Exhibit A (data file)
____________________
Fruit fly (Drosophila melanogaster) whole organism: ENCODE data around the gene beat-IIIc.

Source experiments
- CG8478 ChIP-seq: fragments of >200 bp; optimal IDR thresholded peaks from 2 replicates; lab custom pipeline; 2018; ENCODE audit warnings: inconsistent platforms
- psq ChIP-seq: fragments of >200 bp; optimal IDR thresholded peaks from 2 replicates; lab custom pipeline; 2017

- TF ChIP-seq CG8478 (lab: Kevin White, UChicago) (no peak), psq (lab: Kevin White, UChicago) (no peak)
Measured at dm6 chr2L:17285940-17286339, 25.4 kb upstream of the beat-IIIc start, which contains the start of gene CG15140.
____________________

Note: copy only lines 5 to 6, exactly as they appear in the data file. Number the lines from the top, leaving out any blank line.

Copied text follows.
- TF ChIP-seq CG8478 (lab: Kevin White, UChicago) (no peak), psq (lab: Kevin White, UChicago) (no peak)
Measured at dm6 chr2L:17285940-17286339, 25.4 kb upstream of the beat-IIIc start, which contains the start of gene CG15140.